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Russel, however, wasn’t too concerned by his botched plans – he just caught up on TV. “I had a zoom with my younger self one day,” he admits. “He told me that an Ayahuascan witchdoctor was trying to get in touch with me. We met up in my mind three weeks later and we decided to seek out the source of true meaning and that search became Hobbs Hot Sauce, in three delicious flavours, try it on scrambled eggs!”

When coronavirus shut down the world, each of us was left disconnected and alone. Responding in individual ways, Murdoc opted to build an orgone accumulator – based on the work of Wilhelm Reich, he added a few dazzling reinventions of his own.

“Not sure I like your tone here, mate,” he queries us. “The study of Orgonomy demands huge dedication and sacrifice. I’ve spent months in a box wearing nowt but my underwear. Not to mention the horrible experiments 2D bravely volunteered for. So a bit more respect, yeah? But if you really want to expand your walnut-sized noggin, book yourself a month off work, sign a few accident waiver forms, and come and try it first-hand. How are you with confined spaces and electrodes?”

Well, the Clash office is a bit poky these days, Murdoc. Rather than take him up on this offer, though, we probe a bit more – lockdown shifted the dynamic within Gorillaz, bringing old tensions to the surface. The communal nature of creativity won out, however, and Song Machine: Season One ended with 2D extending a helpful – if not exactly loving hand – to save Murdoc’s life.

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“The bonds between the band are quite stretchy and elastic… like elastic bands,” says the singer. “The thing about elastic bands is they stretch well far apart but after a while they yank back together, so we had to pull Murdoc out of trouble or us lot would have got yanked back in.”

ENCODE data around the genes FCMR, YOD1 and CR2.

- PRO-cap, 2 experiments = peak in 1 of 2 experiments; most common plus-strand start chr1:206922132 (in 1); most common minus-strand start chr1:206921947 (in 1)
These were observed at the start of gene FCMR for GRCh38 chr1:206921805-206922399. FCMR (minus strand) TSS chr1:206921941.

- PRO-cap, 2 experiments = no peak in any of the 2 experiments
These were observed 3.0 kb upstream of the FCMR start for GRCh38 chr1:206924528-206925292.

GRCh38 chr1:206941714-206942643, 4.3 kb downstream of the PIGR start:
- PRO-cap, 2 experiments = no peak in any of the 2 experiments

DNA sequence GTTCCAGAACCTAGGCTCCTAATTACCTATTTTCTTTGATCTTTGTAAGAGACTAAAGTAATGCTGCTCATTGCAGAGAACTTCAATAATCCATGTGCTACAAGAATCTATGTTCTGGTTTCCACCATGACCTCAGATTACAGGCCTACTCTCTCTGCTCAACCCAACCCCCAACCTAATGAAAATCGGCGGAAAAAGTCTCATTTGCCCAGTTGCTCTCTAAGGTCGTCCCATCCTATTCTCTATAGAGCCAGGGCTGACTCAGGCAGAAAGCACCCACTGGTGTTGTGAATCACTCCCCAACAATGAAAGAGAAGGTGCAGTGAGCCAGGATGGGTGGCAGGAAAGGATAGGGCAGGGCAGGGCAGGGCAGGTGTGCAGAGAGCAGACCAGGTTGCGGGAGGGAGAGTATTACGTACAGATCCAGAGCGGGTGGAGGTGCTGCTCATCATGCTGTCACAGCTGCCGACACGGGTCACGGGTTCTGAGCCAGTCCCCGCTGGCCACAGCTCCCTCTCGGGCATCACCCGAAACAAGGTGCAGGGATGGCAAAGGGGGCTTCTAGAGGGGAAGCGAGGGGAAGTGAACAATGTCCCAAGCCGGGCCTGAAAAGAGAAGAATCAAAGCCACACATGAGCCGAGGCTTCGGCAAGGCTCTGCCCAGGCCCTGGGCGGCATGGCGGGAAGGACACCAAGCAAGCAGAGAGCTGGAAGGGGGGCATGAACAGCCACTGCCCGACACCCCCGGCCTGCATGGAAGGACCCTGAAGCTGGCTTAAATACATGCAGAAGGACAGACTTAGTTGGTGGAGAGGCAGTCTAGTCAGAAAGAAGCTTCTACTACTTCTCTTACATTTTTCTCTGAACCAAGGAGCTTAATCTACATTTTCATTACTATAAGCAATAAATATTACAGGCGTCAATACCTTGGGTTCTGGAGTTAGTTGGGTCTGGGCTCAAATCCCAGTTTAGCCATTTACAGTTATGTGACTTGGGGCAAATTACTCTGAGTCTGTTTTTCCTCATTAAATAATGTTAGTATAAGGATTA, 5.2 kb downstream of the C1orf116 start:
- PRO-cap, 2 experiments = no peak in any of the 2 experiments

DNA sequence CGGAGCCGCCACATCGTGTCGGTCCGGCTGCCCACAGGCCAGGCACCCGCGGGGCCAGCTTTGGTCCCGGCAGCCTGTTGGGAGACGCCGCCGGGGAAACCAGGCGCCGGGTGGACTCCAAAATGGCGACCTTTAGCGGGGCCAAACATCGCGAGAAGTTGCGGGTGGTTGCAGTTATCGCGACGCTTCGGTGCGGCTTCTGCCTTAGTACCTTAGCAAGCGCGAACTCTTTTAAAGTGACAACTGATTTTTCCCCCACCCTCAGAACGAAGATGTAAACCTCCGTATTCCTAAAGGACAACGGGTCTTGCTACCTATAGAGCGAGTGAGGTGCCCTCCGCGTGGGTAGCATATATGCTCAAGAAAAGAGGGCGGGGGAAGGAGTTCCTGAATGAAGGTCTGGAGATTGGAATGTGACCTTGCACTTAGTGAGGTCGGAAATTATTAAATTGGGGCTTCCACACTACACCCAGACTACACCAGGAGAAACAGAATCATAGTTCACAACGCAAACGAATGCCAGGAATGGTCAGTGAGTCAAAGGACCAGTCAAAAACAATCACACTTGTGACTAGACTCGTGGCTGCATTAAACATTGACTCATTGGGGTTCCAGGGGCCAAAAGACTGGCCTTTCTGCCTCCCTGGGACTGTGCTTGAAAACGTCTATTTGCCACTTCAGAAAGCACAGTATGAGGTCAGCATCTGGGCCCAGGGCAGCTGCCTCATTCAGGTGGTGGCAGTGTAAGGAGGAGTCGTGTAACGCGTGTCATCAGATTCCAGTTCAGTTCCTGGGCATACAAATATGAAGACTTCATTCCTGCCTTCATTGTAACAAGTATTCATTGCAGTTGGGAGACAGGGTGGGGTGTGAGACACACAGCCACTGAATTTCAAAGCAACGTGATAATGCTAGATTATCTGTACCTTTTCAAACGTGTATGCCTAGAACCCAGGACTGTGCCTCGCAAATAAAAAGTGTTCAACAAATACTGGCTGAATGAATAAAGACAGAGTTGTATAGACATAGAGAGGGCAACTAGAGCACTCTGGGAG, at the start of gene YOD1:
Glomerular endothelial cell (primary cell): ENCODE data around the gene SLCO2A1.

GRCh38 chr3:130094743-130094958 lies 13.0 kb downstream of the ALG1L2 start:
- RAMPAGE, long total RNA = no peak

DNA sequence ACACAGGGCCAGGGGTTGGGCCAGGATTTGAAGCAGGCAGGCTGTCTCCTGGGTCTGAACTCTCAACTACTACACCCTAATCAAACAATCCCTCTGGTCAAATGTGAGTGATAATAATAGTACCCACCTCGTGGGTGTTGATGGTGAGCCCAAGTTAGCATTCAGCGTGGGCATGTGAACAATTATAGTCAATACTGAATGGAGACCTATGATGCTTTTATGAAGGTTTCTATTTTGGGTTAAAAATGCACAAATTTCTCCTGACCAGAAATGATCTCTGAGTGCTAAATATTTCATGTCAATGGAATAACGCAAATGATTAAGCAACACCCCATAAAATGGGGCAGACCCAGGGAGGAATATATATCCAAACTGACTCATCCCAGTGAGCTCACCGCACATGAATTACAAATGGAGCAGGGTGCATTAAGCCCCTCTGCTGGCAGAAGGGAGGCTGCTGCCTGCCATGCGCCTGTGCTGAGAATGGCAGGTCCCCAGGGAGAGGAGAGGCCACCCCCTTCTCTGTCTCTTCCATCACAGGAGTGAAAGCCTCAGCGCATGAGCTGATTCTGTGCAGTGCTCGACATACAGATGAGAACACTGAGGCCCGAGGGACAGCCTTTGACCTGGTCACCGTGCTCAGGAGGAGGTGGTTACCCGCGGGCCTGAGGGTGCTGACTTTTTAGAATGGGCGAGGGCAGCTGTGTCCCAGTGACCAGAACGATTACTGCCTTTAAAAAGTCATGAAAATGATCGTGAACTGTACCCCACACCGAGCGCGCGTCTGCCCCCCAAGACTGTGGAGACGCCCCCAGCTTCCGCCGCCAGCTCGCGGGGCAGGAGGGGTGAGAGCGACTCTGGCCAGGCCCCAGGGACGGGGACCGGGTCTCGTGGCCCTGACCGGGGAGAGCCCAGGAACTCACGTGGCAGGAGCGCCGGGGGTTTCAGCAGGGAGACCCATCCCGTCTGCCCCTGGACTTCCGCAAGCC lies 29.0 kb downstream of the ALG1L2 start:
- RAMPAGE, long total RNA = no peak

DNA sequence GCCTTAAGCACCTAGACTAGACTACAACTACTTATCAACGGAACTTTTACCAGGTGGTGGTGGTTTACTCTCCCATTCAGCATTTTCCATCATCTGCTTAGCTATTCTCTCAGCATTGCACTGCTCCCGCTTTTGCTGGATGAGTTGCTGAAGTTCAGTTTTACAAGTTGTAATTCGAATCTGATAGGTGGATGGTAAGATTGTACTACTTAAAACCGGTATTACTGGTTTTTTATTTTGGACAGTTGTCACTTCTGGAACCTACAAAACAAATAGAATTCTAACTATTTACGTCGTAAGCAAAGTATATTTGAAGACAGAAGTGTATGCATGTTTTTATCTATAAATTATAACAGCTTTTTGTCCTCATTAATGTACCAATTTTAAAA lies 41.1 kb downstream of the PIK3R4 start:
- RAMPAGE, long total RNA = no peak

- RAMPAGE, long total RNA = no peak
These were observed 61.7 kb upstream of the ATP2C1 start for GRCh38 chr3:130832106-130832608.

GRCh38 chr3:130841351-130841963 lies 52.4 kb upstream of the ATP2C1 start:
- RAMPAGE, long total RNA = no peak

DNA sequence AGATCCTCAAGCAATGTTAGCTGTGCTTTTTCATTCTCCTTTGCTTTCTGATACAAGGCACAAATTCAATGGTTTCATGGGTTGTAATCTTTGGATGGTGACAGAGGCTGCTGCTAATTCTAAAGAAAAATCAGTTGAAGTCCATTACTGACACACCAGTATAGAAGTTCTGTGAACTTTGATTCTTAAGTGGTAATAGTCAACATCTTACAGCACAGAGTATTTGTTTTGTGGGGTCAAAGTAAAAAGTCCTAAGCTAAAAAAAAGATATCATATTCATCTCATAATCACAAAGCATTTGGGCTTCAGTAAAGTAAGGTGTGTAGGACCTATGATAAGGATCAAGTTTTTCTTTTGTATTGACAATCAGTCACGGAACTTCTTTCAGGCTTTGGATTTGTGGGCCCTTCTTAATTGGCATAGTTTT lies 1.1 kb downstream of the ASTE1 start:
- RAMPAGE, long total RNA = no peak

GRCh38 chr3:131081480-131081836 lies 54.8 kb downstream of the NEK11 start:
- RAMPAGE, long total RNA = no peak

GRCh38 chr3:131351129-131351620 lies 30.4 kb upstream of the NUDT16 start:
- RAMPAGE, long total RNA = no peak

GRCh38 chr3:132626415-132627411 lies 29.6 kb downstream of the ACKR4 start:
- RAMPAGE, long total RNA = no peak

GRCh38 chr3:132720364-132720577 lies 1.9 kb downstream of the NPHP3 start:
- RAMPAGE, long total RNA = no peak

Indeed, eagle-eyed fans spotted that the actual Song Machine in Gorillaz videos features a sticker of erstwhile comrade Ace, the Powerpuff Girls anti-hero who previously claimed a place in the band’s line up. A cryptic signal to his eventual return, perhaps? Murdoc is giving nothing away: “I believe it was Wikiquote who said: ‘they are never truly gone for they stay in your heart forever.’ Fancy way of saying Ace is gone but not forgotten. Bit like the vegan chicken tikka 2D cooked for me last night. Although for different reasons. I haven’t felt right all day.”

Engaged in an act of continual transformation, Gorillaz place as one of pop’s most remarkable phenomena is long-since assured. Battling a global pandemic, the group managed to release a string of remarkable singles with bona fide icons, reinforcing their curatorial streak in the process. Song Machine is a triumph, but that’s not all they’ve managed to complete – that most dystopian of years also saw Gorillaz complete their first ever almanac, a kind of three-dimensional treasure trove for fans.

“Books have often been made to mark momentous years in history,” shrugs Murdoc. “You had the Bible in 0. Classic. Kicked the whole year thing off, really. Then you had 1984, George Orwell. Can’t recall what happened in 1984 but it must have been massive. And now 2020. Shoe-in for worst year ever. I mean, they closed the pubs. Says it all. Some day, your great-great-great grandkids will be at school, learning about years that shaped history, and the teacher will bring out a dog-eared copy of the Gorillaz Almanac 2020. It’ll confuse the shit out of them, but hopefully lead to some illuminating discussions.”

“I loved it,” Russel interjects, “but I gotta tell you the truth, I got involved coz 2D told me it was a type of brandy. But, seriously, how else do you mark the most surreal year this century?”